The questionnaire survey included sections on age demographics, occupation, usage patterns and frequency, preferences and recognising the need for regulation. 


Some of the limitations in the data collection may include a sample bias due to the participation of individuals only with digital access, limiting the generalised findings from the broader population. The respondents may also represent predominantly higher-income groups leading to biased experiences.

Economic Impact Assessment

The network of local transportation created by e-rickshaws affects the local economy and related employment opportunities in a multifaceted way. 


On the one hand, they provide a cost-effective mode of transportation to the commuters, especially for shorter distances. Facilitating transport for congested streets and narrow alleyways, which makes it more suitable for Tier II and III cities in India. Yet, on the other hand, the use of e-rickshaws have also decreased the walkability in cities. They lead to congested traffic in already narrow streets making pedestrian mobility difficult or unpleasant. In many cities, e-rickshaw parking has also encroached on available space for pedestrians as they occupy sidewalks. 


However, one of the prima facie economic advantages of the boom in the sector is the creation of employment opportunities within the local community, particularly for individuals who come from lower-income backgrounds who lack formal education or specialised skills.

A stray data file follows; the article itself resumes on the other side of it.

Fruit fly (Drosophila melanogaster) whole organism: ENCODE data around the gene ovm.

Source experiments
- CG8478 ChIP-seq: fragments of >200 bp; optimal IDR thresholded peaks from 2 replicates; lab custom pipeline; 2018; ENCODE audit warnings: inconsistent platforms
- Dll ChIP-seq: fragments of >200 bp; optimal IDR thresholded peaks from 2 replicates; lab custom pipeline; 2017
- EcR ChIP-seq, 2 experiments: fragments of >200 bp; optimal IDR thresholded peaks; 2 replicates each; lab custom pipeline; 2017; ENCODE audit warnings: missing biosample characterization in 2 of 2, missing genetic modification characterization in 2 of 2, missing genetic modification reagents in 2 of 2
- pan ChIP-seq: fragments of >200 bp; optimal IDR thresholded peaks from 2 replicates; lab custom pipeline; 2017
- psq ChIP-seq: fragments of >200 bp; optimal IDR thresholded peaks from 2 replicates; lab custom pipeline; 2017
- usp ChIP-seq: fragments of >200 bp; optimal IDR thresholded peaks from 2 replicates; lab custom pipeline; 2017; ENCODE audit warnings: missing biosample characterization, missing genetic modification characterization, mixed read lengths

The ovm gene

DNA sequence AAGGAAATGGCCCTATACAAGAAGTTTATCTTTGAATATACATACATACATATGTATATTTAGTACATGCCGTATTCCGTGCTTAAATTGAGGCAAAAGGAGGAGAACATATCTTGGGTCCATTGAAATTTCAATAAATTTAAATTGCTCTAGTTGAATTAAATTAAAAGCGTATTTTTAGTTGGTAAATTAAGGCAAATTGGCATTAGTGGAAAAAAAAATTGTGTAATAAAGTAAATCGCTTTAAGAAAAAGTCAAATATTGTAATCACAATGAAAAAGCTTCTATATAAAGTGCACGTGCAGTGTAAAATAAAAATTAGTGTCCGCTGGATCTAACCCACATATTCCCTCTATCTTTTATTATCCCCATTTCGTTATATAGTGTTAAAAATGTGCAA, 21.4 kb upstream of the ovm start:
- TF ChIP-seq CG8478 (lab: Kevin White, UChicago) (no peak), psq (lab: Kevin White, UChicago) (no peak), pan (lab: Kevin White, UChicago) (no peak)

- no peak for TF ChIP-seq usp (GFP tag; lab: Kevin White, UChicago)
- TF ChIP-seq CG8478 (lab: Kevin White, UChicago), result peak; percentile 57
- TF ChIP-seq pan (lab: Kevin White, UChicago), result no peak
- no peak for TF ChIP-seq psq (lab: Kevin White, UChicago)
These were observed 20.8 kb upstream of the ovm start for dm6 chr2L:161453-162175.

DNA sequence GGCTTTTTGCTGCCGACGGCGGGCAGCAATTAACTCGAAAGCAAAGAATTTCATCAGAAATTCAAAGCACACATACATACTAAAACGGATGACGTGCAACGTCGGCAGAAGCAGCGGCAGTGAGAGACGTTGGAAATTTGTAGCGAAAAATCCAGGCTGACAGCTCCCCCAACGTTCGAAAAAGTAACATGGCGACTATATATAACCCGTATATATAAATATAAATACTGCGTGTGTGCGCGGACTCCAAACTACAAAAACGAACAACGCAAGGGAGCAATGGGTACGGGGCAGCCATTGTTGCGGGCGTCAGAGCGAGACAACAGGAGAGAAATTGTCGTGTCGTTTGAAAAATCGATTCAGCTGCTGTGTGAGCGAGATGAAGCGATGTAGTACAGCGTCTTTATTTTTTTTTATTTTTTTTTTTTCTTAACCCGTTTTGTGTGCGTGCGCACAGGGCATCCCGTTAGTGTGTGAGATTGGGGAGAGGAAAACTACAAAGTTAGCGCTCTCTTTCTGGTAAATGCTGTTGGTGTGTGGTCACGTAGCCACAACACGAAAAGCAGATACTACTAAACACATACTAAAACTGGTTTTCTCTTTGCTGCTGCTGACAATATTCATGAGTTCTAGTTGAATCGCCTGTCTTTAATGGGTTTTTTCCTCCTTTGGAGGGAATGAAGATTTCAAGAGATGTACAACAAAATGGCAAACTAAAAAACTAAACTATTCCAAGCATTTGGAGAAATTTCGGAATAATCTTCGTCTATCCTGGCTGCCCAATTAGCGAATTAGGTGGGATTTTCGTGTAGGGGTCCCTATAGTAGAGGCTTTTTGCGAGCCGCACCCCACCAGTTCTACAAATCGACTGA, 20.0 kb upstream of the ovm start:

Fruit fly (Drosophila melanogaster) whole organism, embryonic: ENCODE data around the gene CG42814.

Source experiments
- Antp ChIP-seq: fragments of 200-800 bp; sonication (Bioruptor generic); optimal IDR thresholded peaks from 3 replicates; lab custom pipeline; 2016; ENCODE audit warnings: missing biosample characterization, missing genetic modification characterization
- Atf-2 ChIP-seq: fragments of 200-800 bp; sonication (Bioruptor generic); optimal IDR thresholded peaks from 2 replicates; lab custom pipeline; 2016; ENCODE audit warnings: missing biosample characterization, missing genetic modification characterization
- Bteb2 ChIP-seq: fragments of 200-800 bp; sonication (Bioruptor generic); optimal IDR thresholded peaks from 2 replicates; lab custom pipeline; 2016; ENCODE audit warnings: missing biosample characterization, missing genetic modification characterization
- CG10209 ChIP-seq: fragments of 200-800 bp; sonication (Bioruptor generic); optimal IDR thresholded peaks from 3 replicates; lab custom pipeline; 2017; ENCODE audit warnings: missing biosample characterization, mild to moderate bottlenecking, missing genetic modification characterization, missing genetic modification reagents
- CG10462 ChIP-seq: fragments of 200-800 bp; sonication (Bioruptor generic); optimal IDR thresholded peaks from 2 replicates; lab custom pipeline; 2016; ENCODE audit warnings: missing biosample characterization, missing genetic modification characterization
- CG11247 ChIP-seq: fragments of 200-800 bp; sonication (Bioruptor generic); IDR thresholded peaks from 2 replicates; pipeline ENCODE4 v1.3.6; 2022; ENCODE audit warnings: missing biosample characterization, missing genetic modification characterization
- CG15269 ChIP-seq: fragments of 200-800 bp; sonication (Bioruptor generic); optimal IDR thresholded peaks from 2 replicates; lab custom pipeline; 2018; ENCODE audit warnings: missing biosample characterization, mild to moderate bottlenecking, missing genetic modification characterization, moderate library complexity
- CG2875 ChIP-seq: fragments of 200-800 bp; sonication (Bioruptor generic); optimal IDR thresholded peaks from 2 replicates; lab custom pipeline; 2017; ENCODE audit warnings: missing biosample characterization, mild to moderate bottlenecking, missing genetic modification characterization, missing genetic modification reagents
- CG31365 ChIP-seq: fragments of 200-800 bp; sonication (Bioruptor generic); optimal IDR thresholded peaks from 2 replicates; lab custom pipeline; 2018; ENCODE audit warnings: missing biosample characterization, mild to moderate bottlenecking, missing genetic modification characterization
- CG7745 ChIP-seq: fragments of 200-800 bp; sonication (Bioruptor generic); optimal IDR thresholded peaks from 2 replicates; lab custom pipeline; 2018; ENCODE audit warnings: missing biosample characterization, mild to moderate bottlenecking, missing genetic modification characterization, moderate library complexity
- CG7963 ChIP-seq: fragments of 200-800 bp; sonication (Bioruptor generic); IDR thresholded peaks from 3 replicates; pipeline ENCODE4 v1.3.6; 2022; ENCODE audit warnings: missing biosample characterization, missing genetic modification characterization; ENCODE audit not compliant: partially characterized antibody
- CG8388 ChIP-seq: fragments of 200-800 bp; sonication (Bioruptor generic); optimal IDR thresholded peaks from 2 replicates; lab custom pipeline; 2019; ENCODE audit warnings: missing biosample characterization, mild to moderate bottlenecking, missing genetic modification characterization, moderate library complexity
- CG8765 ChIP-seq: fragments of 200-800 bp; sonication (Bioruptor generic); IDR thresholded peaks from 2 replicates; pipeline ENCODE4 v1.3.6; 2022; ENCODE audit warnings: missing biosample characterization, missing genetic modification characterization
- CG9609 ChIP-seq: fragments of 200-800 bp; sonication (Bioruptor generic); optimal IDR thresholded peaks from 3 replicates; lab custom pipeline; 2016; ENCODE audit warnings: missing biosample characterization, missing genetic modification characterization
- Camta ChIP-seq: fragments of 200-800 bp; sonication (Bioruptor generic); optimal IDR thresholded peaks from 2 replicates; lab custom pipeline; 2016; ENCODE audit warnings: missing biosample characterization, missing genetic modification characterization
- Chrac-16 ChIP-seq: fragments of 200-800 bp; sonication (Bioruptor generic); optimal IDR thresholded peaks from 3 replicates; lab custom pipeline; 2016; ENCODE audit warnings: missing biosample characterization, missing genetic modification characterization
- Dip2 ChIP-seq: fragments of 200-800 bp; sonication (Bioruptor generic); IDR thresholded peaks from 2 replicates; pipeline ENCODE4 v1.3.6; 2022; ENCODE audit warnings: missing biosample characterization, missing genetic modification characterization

Battery-powered vehicles have now become one of India’s fastest growing segments, with a compound growth rate of 20% between 2015 and 2019 (Philip, 2019).


A UNDP study in 2013 revealed that, on average, rickshaw pullers earned between INR 6000 and INR 8000 per month, from economically vulnerable sections in India; the daily income variance contributed further to their vulnerability (UNDP,2013). On average, for e-rickshaws, the economic benefits depend on a number of factors that include increase in daily trips due to less manual energy usage, more carrying capacity (in average four-seater e-rickshaws) and standard per-trip fare. A study based in Patna for two-seater e-rickshaws observed that with the addition of one trip to average rickshaw puller trips, there is an increase of about 9% in the average daily income (CSTEP, 2020). Further, it was observed that a mere increase of INR 5 per trip in the fare from traditional rickshaw pullers, there was a 20 % average increase in the daily income generated (CSTEP, 2020). 

E-rickshaw drivers can earn up to INR 500-700 per day depending on the area; in major cities in Delhi, the earnings can range from INR 800- 1000, which increases the monthly income more than three times as compared to earlier figures.

However, despite key economic benefits to drivers, the government’s push for e-mobility through purchasing incentives has remained scattered and slow.

The Delhi government announced financial purchasing incentives for e-rickshaws along with other state governments such as Maharashtra, West Bengal, and Gujarat. Yet, the penetration of three-wheeler EVs has remained low majorly due to the high upfront purchase price of EVs, inadequate public charging infrastructure and an overall lack of awareness about EVs, their benefits and government schemes (Government of Maharashtra, 2021). The benefits of the subsidy to promote environmentally friendly transportation have remained restricted to bigger cities like Pune where the Pune Municipal Corporation (PMC) has allocated a budget of INR 2 crore and set plans for charging station installations. The penetration of infrastructure for Tier II and Tier III cities has, till now, not reached its capacity for an overall shift to e-mobility.